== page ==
Episode 135 talks about Blade Profiles, Zero Tolerance 0560, Medford Knife and Tool TFFF-1, delivered to you by Rob Robideau, Dan and Andrew; Your hosts for the More Sharp Edges Podcast
Rob, Dan and Andrew are at it again on this brand new podcast episode of More Sharp Edges. On this episode, they discuss Production Knife Manufacturing and a lot of other stuff related to it.
On this podcast episode, Rob Robideau interviews Dan of Bladereviews.com about the things you need to consider when choosing an everyday carrying knife and a lot more.
Dan Policastro is the main man behind Bladereviews.com. His interest in blades and everything sharp started way back when he was a kid and has morphed into this passion; allowing him to write loads of things about it. check out his website. http://www.bladereviews.com
Here’s Rob Robideau introducing a new segment to the Personal Armament Network. The segment dubbed, “More Sharp Edges Podcast” involves blades and all things sharp. You definitely need to watch out for it.
I recently received a set of reground Spyderco knives from Tom Krein. The Delica is a ZDP-189 blade and started out as a full-flat ground blade. I then had Tom regrind it to an even thinner full-flat grind. My first question before all of this was what is the difference between a factory FFG and Tom Krein’s aftermarket FFG? Tom grinds the blades so that the thickness directly behind the sharpened area is about a quarter of the thickness of the factory blade.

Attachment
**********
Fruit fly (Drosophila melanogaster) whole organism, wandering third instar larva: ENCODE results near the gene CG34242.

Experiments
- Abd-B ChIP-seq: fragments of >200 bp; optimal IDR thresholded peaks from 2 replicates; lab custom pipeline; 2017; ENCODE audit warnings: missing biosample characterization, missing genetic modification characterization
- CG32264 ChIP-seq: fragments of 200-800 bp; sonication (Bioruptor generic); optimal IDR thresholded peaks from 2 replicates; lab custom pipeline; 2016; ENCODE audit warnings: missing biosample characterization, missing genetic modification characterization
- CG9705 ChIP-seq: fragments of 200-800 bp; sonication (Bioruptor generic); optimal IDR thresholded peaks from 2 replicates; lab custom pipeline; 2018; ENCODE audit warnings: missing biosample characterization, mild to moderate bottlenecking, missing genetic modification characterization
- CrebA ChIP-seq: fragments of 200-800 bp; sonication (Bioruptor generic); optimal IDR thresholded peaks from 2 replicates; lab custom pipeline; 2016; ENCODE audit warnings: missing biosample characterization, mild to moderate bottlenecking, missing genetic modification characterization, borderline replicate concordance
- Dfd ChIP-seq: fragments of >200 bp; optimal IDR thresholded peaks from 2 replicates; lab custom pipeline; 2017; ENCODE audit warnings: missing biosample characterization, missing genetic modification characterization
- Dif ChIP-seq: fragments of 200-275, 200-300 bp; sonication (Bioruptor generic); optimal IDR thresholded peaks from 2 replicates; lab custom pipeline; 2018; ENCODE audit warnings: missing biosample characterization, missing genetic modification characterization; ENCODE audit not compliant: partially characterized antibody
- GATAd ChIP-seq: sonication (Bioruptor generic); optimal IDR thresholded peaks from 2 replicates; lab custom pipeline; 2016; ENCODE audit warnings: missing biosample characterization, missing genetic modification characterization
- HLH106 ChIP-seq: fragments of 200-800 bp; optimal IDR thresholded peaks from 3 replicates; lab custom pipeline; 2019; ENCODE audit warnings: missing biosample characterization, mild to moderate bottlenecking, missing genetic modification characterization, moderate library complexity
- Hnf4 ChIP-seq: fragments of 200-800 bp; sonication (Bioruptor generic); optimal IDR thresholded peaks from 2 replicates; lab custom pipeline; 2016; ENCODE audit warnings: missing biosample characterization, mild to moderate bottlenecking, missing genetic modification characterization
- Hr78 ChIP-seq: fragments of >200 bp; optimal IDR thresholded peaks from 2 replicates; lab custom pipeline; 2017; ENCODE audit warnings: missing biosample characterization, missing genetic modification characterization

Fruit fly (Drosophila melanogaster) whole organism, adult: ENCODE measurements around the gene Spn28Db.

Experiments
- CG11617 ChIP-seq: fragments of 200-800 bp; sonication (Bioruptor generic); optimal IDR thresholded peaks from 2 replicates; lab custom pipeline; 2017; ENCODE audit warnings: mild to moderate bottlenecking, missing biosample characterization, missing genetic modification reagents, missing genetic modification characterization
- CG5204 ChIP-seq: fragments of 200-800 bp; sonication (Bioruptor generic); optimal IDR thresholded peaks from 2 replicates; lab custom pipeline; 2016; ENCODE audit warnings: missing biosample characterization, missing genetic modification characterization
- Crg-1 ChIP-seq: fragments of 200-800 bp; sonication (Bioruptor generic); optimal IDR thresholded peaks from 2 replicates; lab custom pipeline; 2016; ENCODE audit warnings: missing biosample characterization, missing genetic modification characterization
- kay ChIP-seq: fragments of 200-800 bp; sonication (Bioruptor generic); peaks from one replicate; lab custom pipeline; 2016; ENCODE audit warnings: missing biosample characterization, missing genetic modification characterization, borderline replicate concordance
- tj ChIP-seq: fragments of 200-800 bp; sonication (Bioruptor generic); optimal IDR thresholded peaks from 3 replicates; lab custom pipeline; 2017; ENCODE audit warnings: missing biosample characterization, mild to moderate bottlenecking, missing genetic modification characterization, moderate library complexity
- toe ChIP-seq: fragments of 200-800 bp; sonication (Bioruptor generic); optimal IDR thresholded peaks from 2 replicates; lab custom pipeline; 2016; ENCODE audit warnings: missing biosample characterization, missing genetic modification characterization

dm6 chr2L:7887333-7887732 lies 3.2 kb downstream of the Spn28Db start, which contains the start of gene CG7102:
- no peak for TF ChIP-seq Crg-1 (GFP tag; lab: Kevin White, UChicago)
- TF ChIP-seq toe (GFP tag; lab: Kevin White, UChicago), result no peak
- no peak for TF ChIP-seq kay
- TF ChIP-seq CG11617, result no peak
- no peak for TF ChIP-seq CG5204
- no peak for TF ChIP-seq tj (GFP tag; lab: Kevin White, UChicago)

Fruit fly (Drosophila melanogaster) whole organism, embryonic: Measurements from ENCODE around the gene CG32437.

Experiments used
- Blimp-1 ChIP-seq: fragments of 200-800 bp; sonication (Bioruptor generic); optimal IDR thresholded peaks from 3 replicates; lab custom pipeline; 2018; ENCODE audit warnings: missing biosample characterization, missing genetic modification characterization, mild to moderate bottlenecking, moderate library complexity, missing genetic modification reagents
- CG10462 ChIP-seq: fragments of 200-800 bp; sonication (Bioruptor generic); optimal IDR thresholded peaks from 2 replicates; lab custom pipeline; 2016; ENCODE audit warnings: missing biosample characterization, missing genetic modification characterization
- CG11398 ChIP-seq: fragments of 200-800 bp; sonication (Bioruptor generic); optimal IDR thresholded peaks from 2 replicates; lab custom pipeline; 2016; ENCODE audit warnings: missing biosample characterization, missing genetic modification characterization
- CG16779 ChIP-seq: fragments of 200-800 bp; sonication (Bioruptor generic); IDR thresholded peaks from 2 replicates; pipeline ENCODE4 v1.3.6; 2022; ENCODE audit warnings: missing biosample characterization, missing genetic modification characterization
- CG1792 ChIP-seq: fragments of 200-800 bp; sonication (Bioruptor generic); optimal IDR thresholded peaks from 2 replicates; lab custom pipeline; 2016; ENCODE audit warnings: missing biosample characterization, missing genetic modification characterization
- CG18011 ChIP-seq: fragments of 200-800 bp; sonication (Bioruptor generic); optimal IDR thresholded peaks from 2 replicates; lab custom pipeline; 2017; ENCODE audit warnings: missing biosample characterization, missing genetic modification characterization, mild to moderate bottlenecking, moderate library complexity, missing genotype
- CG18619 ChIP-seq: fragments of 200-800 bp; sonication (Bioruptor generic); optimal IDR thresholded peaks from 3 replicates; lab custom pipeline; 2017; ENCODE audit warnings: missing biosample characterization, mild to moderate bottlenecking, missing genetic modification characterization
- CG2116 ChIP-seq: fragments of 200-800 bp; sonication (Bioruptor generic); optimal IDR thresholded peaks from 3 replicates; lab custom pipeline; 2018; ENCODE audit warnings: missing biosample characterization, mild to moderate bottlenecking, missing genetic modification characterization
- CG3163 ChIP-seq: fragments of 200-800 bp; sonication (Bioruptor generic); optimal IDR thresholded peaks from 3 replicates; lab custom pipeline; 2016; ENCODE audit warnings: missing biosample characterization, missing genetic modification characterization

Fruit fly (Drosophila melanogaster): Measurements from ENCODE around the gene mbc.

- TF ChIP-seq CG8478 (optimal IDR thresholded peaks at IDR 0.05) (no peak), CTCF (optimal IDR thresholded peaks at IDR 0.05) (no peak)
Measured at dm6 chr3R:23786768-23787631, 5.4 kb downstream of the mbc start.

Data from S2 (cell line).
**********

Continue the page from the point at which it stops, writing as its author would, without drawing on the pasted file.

According to Tom:
Most of the FFG’s from spyderco are still between .020″-.030″ just behind the sharpened area. I take them down to around .008″ plus or minus .003″. It does make a difference.
Here are a few pics:
I know that the vast majority of knife owners never even contemplate sharpening their knife, much less changing parts, customizing, or modifying it, but there is still a group of passionate knife owners that want to take their production knives to the next level.
Any knife enthusiasts who has been doing this for any length of time is bound to have a drawer or box full of spare parts. Extra scales, screws, blades, etc. from parts knives. For some of us, that pile of parts represents a significant monetary investment.
Maybe this is just a pipe dream, but I would love to see more production knife manufacturers offer individual knife parts for sale. I can’t offer any hard numbers to convince them that they would make any money in this endeavor, but I can say with certainty that it would foster a great deal of goodwill amongst their most passionate customers. Can you really put a price on that?